Meet Kevin Rudd, Australia's New Prime Minister

For conservatives Down Under, it’s over. The 11-year-old Australian Liberal-National Party government led by Prime Minister John Howard – George Bush’s ‘man of steel’ – was on Saturday, 24 November (Australian time) comprehensively voted out of office.


The national swing of over 5% in yesterday’s vote has brought a young, bright and energetic Queenslander named Kevin Rudd to the job of Prime Minister of Australia, with a comfortable majority for his Labor Party of about 25 seats in the 150-seat federal house of representatives.

The big changes don’t end there. Facing Rudd as Opposition Leader in the new parliament will be not John Howard, but Peter Costello, Howard’s former Treasurer – a brilliant parliamentary performer who for years has been chafing at the bit to take over from Howard as party leader.

Howard probably won’t even be in the new Parliament. While vote-counting is still to be finalised, on present indications he’s almost certainly lost his own seat – only the second time in Australian history that this fate has befallen a sitting Prime Minister. (The first time was in the 1920s.)

This is not quite the ignominious end for Howard that it may appear.

Kevin Rudd defeated him only by first accepting that Howard has permanently changed the ground rules of Australian politics – in a conservative direction. Throughout this campaign, the Labor leader stressed repeatedly that he was an ‘economic conservative’. He didn’t just say that: he gave the claim substance by actually underbidding Howard, by a significant margin, in the amount of pork he was prepared to offer to the electorate in campaign promises.


The other big difference with Rudd, compared with some other Labor leaders of recent years, is that he is essentially unthreatening to mainstream Australian values – including, most importantly, the American alliance. He showed this in his victory speech on Saturday night, which he used as an occasion to send ‘greetings’ to ‘our great friend and ally, the United States’.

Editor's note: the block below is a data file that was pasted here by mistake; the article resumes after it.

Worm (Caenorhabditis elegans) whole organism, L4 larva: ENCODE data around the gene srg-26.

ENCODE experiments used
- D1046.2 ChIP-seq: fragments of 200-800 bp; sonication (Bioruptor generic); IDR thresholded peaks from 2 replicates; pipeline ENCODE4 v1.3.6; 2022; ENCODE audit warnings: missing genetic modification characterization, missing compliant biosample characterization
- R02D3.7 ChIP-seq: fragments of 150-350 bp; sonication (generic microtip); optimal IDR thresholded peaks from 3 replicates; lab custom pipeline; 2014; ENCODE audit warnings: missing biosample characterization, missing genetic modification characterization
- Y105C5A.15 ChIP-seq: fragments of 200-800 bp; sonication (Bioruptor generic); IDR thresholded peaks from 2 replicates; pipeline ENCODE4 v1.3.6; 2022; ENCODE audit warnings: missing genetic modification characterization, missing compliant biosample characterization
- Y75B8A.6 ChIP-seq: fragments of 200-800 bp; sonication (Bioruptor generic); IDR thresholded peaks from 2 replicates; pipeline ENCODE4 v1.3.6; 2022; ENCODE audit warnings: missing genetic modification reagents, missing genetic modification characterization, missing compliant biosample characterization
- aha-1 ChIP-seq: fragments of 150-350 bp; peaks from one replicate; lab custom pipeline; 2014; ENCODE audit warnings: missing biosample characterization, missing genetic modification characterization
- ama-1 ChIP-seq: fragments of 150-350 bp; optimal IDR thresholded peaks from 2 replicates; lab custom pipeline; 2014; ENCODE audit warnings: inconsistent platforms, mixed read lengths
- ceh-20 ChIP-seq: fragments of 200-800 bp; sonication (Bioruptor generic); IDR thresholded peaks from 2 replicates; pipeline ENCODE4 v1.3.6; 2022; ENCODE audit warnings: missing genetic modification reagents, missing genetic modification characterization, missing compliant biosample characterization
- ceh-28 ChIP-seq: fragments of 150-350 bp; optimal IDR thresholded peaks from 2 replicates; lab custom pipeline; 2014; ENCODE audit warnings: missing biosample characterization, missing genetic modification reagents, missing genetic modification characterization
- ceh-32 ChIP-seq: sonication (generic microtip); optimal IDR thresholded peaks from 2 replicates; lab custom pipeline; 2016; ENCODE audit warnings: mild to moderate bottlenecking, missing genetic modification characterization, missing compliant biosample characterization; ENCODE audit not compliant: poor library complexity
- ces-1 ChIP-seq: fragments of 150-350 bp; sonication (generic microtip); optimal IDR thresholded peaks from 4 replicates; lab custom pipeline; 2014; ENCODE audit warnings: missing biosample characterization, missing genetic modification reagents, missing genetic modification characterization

For an election-night address in front of the party faithful, this was an unexpected and almost incongruous note to strike. It sends an interesting signal. Labor policy is to withdraw Australian combat troops from Iraq, in ‘consultation’ with the US.

The stress on the value of the alliance in yesterday’s victory speech from Rudd suggested that the word ‘consultation’ is more than just a fig-leaf for a peremptory Australian pull-out. Rudd touched on numerous other key policies that would form his government’s ‘agenda for work’. But he pointedly did not mention Iraq: a glaring absence that must have disappointed the leftist activists in the Labor Party. The manner in which his government handles this issue will be important for its future.

It is important to note here that the election was not any kind of referendum on Australia’s involvement in Iraq. Iraq policy played almost no part in it. The three main areas of policy affecting the result were all domestic: the Howard government’s new workplace legislation (which many workers were convinced gave too much power to employers); education policy (with Rudd promising an ‘education revolution’ involving laptops and high-speed broadband connections in every pot); and climate change policy (where Rudd out-greened Howard).